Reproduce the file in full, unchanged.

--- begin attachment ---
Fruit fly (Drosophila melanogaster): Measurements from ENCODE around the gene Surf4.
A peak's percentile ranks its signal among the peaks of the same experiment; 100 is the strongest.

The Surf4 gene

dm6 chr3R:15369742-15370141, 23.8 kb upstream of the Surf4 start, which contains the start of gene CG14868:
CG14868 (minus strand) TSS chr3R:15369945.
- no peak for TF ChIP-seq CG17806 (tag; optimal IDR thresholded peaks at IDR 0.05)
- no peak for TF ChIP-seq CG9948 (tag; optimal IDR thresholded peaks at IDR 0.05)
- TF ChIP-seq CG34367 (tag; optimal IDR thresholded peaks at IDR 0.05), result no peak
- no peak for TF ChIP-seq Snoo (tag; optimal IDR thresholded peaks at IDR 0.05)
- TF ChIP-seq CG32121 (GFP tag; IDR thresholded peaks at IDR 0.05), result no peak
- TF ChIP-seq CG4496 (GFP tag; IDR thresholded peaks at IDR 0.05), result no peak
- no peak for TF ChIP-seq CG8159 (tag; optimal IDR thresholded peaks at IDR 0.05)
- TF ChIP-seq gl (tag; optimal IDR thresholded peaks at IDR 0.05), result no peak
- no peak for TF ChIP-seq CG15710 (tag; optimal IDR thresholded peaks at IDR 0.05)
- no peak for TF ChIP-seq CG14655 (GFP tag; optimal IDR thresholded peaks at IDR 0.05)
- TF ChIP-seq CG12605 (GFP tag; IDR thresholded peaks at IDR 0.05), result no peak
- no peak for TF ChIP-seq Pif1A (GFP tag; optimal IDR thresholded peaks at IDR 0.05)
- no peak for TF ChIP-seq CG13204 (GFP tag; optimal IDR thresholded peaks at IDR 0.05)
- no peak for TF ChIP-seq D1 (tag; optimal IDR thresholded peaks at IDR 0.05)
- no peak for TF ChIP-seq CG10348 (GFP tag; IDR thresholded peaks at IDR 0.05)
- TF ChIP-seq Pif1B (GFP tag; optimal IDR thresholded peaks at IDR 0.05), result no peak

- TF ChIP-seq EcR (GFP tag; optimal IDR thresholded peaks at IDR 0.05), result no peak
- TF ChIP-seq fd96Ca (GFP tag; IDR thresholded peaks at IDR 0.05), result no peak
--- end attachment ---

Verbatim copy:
Fruit fly (Drosophila melanogaster): Measurements from ENCODE around the gene Surf4.
A peak's percentile ranks its signal among the peaks of the same experiment; 100 is the strongest.

The Surf4 gene

dm6 chr3R:15369742-15370141, 23.8 kb upstream of the Surf4 start, which contains the start of gene CG14868:
CG14868 (minus strand) TSS chr3R:15369945.
- no peak for TF ChIP-seq CG17806 (tag; optimal IDR thresholded peaks at IDR 0.05)
- no peak for TF ChIP-seq CG9948 (tag; optimal IDR thresholded peaks at IDR 0.05)
- TF ChIP-seq CG34367 (tag; optimal IDR thresholded peaks at IDR 0.05), result no peak
- no peak for TF ChIP-seq Snoo (tag; optimal IDR thresholded peaks at IDR 0.05)
- TF ChIP-seq CG32121 (GFP tag; IDR thresholded peaks at IDR 0.05), result no peak
- TF ChIP-seq CG4496 (GFP tag; IDR thresholded peaks at IDR 0.05), result no peak
- no peak for TF ChIP-seq CG8159 (tag; optimal IDR thresholded peaks at IDR 0.05)
- TF ChIP-seq gl (tag; optimal IDR thresholded peaks at IDR 0.05), result no peak
- no peak for TF ChIP-seq CG15710 (tag; optimal IDR thresholded peaks at IDR 0.05)
- no peak for TF ChIP-seq CG14655 (GFP tag; optimal IDR thresholded peaks at IDR 0.05)
- TF ChIP-seq CG12605 (GFP tag; IDR thresholded peaks at IDR 0.05), result no peak
- no peak for TF ChIP-seq Pif1A (GFP tag; optimal IDR thresholded peaks at IDR 0.05)
- no peak for TF ChIP-seq CG13204 (GFP tag; optimal IDR thresholded peaks at IDR 0.05)
- no peak for TF ChIP-seq D1 (tag; optimal IDR thresholded peaks at IDR 0.05)
- no peak for TF ChIP-seq CG10348 (GFP tag; IDR thresholded peaks at IDR 0.05)
- TF ChIP-seq Pif1B (GFP tag; optimal IDR thresholded peaks at IDR 0.05), result no peak

- TF ChIP-seq EcR (GFP tag; optimal IDR thresholded peaks at IDR 0.05), result no peak
- TF ChIP-seq fd96Ca (GFP tag; IDR thresholded peaks at IDR 0.05), result no peak